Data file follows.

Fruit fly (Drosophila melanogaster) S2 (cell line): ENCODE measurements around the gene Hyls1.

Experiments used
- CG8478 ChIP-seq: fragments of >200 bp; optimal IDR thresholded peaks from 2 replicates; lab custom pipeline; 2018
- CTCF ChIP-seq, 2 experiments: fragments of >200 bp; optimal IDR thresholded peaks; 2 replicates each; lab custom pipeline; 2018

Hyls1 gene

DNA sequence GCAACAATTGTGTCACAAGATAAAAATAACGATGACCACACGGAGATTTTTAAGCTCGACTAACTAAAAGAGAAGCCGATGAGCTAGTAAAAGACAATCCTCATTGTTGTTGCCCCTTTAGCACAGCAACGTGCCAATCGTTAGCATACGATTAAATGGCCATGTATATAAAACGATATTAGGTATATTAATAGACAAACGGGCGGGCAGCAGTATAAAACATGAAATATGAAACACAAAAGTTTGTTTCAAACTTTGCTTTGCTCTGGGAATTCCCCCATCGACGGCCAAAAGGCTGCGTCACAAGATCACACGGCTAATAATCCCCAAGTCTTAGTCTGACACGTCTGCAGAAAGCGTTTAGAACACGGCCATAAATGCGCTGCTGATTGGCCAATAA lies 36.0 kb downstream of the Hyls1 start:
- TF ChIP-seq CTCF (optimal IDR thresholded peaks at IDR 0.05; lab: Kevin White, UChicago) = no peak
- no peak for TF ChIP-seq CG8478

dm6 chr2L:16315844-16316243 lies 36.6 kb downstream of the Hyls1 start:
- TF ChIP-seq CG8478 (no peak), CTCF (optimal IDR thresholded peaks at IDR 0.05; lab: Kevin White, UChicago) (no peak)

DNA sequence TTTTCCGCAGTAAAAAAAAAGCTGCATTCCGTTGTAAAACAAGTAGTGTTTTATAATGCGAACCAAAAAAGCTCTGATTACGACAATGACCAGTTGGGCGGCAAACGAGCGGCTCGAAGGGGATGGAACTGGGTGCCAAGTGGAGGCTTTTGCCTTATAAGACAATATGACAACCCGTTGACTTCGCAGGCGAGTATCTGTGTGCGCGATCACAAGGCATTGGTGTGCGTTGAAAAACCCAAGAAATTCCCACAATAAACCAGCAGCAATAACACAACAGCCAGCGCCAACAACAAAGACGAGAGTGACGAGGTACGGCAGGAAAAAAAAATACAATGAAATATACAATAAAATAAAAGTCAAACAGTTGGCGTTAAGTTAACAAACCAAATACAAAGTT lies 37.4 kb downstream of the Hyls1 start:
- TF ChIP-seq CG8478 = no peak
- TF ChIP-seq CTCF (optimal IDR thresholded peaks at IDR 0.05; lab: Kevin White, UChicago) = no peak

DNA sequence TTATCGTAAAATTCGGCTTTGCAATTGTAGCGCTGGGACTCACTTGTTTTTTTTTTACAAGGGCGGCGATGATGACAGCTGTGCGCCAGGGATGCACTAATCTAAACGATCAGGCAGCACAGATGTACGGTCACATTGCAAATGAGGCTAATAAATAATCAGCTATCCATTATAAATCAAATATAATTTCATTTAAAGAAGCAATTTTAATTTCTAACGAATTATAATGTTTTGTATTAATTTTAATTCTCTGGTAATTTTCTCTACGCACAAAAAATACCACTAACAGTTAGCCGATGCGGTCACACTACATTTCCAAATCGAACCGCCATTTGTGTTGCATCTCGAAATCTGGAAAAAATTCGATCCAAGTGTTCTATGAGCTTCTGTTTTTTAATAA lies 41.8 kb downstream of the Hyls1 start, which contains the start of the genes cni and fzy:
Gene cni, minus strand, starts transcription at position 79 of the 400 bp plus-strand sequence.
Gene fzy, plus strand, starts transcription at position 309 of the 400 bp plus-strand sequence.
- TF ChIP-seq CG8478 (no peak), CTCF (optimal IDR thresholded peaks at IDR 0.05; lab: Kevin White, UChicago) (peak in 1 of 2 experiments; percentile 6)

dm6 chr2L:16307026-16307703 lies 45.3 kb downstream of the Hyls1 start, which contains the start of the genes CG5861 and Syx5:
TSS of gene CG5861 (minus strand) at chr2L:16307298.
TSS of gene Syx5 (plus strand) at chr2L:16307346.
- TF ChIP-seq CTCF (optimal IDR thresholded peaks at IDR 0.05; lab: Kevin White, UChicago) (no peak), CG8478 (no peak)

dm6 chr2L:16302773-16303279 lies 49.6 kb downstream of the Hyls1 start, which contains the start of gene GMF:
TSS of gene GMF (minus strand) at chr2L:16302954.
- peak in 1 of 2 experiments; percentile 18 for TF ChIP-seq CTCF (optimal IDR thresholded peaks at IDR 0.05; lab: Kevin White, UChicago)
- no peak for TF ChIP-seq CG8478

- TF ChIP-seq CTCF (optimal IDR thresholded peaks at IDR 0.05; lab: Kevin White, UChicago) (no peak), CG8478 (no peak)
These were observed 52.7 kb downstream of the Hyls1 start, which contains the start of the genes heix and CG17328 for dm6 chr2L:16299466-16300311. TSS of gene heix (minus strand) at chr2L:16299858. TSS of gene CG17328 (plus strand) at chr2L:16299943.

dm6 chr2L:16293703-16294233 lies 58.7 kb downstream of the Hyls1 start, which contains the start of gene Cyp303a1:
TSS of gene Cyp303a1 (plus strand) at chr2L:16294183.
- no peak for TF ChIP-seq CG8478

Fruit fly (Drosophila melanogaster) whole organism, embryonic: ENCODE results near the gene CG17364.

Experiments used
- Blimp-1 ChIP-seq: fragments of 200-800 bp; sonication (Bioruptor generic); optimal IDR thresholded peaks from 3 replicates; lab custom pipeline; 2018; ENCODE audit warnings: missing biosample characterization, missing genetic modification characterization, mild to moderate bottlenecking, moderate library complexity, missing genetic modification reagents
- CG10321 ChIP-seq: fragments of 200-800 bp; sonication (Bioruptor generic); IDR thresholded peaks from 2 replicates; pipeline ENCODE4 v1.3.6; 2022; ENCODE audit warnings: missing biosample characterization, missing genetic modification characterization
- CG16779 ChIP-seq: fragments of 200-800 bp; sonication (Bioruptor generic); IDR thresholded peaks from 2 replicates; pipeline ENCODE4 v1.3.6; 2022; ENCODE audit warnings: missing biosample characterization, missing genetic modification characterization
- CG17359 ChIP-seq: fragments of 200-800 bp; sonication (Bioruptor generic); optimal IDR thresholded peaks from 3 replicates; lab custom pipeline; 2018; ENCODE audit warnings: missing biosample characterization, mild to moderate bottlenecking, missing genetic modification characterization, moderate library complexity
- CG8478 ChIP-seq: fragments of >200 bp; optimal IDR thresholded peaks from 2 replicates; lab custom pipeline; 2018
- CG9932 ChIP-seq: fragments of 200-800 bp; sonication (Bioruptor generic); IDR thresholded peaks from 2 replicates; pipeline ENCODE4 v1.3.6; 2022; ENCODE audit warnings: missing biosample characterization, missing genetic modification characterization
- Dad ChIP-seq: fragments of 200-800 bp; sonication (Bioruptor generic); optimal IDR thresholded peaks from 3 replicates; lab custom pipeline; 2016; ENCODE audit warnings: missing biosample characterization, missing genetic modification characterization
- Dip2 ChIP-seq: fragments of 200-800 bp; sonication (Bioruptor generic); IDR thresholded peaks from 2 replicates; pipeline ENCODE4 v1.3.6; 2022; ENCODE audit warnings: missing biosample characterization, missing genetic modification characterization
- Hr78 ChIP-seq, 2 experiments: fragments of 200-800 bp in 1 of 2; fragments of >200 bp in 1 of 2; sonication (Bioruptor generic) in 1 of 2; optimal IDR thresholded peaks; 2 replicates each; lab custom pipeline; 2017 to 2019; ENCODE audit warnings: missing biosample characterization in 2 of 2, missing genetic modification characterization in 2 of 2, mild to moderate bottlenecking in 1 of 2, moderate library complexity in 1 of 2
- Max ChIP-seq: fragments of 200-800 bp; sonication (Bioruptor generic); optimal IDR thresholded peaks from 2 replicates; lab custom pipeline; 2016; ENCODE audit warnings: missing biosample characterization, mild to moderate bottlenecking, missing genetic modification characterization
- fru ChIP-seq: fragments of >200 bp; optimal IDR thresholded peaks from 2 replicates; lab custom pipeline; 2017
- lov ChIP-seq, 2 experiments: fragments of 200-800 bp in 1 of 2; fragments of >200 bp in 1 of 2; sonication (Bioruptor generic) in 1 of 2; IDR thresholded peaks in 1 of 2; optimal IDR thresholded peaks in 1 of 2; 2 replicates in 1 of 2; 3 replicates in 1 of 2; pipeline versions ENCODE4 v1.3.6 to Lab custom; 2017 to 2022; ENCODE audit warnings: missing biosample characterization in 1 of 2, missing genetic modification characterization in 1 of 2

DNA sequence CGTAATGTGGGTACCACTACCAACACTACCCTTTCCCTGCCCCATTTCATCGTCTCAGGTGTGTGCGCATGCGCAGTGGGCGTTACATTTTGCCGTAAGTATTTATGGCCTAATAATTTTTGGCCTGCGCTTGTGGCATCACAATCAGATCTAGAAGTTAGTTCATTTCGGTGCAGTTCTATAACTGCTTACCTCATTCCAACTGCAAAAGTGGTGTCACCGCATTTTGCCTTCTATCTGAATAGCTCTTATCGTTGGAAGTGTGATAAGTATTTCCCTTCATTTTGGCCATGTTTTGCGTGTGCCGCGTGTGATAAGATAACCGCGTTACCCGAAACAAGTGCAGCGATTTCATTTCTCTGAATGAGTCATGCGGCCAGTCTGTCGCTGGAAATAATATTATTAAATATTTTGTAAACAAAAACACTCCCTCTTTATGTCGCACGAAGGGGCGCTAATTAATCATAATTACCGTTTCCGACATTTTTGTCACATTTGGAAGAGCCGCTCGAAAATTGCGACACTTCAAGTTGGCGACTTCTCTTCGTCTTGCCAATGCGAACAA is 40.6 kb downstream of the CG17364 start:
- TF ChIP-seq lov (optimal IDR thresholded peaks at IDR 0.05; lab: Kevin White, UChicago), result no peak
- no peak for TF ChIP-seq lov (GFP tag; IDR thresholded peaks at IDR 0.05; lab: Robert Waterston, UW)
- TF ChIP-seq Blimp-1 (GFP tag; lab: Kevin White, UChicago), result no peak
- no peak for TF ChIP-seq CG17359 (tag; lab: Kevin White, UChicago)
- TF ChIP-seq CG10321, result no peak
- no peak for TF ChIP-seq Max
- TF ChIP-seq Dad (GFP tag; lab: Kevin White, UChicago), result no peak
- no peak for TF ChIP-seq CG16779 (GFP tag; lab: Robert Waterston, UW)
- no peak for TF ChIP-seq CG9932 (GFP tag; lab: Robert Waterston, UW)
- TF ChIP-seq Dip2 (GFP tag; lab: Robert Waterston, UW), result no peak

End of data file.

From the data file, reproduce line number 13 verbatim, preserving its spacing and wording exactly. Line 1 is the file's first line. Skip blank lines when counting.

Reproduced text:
- TF ChIP-seq CTCF (optimal IDR thresholded peaks at IDR 0.05; lab: Kevin White, UChicago) = no peak